During the 13th century the chancel of St Mary’s, Woolavington, was rebuilt and the north chapel added. Renewed lancets and a trefoil-headed piscine were added. The head remains of a 13th-century effigy of a priest.


In the later 13th century a Henry de Woolavington was a judge, whose name appears in many documents. It seems likely that this was Henry junior. The Victoria County History of Somerset tells us that he died c.1270-80, which would fit with the dates of these documents. His death is given there as 1274-5.[2]

The early judges were members of the clergy, but by the mid-13th century they were joined by knights.

Henry seems to be solely concerned with civil cases involving property. We have no evidence of him judging criminal cases.


In 1272 Henry de Woolavington was assigned to take the jury arraigned by Henry de Berkeley against the Abbot of St Peter’s, Gloucester, touching right of common pasture in Stanley I; and four years afterwards he had an assize against the Abbot of Stanley (Wilts) who also brought a cross action against him as to common pasture in Dodington.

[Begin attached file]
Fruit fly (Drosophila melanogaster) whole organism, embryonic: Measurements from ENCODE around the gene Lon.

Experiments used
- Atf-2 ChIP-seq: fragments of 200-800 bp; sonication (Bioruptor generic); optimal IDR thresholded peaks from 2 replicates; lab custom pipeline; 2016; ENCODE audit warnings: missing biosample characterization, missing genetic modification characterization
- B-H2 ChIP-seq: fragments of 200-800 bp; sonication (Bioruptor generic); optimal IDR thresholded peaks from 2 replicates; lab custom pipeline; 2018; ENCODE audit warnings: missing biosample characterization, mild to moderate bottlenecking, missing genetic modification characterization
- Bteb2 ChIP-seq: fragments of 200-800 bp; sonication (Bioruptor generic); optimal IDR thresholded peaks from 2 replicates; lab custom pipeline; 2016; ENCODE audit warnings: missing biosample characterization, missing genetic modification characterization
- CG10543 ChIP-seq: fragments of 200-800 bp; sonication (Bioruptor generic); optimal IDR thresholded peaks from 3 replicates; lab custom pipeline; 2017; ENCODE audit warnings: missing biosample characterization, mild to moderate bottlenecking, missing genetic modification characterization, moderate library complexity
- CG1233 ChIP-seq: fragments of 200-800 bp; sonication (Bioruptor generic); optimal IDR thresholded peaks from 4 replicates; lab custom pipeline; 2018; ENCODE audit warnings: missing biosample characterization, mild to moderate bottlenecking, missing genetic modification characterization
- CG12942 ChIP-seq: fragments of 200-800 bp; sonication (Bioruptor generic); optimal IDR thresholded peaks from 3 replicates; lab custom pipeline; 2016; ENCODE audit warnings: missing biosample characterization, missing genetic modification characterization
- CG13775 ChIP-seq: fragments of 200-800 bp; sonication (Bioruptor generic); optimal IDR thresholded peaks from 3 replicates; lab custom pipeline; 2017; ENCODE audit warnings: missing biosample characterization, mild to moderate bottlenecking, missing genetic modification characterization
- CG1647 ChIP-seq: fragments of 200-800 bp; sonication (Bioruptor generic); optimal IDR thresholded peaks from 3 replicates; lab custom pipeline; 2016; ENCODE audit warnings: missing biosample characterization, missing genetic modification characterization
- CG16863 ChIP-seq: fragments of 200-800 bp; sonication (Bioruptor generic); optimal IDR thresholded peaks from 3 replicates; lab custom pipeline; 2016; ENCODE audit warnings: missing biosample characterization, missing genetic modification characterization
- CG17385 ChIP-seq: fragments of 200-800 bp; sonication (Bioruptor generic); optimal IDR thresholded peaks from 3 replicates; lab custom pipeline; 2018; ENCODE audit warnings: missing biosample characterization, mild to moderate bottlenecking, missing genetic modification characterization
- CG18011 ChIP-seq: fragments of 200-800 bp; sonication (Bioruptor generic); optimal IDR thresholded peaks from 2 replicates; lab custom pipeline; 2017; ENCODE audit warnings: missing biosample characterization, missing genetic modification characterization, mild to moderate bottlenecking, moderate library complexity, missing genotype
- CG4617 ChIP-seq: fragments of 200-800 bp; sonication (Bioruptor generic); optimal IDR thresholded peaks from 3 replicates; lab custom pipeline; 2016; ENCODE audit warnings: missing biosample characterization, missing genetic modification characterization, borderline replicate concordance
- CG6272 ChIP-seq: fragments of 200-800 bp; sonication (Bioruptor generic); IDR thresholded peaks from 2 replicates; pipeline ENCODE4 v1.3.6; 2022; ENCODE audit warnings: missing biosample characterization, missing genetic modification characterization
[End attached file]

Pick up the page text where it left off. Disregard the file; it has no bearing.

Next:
There are two documents from 1273.

1273 May-July

Roger de Pridias, sheriff of Devon, to Walter de Merton, chancellor: he had taken land, part of the Normans’ land, into the king’s hands, but the tenants have been released by Henry de Woolavington, justice.[3]

1273 Sept 21

Gervase de Crediton, clerk of the bishop of Exeter, to John de Kirkby: Henry de Woolavington and Henry de Montfort, justices in Devon, have not transferred an assize to Martin de Littlebury as ordered.

Henry de Woolavington’s name often appears coupled with that of Henry de Montfort.


There is a long list of documents from 2 Edward I (1273-4) in which they appear acting together. [4] There are 25 such cases in this single year. They cover a range of estates across the south-west.

We have:

Almsford (“Almundeford”) (Somers.): Appointment of same Henry (de Montford) and Henry de Woolavington to take the assize of novel disseisin arraigned by Roger de la Lade, against Henry Breton, touching a tenement in [Almsford].

Others are similarly worded, or concern assise of mort dancestor.